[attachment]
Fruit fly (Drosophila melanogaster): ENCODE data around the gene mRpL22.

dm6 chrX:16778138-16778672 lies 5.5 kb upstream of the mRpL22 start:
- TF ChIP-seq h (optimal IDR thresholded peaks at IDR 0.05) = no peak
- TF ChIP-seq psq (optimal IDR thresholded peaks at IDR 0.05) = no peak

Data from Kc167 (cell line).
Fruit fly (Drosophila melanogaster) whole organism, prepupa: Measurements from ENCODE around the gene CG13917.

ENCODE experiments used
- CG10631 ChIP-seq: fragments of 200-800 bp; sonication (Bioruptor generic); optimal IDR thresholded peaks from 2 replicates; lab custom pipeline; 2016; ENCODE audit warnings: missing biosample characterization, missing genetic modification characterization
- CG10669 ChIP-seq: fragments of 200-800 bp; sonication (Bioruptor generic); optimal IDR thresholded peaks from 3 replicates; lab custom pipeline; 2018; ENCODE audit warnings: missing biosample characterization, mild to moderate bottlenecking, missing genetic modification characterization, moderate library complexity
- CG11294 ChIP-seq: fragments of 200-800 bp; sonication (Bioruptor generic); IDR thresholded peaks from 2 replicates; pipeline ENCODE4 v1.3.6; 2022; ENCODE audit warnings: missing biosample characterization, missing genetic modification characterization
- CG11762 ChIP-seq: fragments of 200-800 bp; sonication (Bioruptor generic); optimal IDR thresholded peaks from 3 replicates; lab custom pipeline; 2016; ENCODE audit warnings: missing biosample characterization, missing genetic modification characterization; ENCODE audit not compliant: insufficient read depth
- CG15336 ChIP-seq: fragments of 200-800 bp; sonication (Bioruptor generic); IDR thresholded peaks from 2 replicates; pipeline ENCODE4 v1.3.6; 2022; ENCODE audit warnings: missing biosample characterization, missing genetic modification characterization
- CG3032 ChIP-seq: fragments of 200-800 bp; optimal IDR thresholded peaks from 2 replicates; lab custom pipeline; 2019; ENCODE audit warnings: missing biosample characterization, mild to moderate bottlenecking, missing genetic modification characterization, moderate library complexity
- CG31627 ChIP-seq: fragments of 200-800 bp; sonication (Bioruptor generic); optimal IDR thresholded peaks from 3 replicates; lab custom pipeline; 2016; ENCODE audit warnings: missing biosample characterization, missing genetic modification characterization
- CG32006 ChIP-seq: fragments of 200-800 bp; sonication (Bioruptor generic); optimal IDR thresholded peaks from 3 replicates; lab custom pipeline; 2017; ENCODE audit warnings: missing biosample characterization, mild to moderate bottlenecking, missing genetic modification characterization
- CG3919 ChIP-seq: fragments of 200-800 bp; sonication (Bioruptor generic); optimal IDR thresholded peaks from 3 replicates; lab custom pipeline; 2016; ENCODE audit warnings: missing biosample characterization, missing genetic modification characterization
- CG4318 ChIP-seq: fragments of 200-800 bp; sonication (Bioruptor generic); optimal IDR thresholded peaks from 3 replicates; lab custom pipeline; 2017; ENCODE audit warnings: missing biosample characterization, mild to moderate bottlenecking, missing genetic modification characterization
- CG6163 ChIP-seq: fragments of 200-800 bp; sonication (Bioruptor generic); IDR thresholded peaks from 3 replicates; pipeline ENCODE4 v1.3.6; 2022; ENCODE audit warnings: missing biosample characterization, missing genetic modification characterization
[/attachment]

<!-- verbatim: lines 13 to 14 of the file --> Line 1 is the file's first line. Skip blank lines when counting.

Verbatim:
- CG3032 ChIP-seq: fragments of 200-800 bp; optimal IDR thresholded peaks from 2 replicates; lab custom pipeline; 2019; ENCODE audit warnings: missing biosample characterization, mild to moderate bottlenecking, missing genetic modification characterization, moderate library complexity
- CG31627 ChIP-seq: fragments of 200-800 bp; sonication (Bioruptor generic); optimal IDR thresholded peaks from 3 replicates; lab custom pipeline; 2016; ENCODE audit warnings: missing biosample characterization, missing genetic modification characterization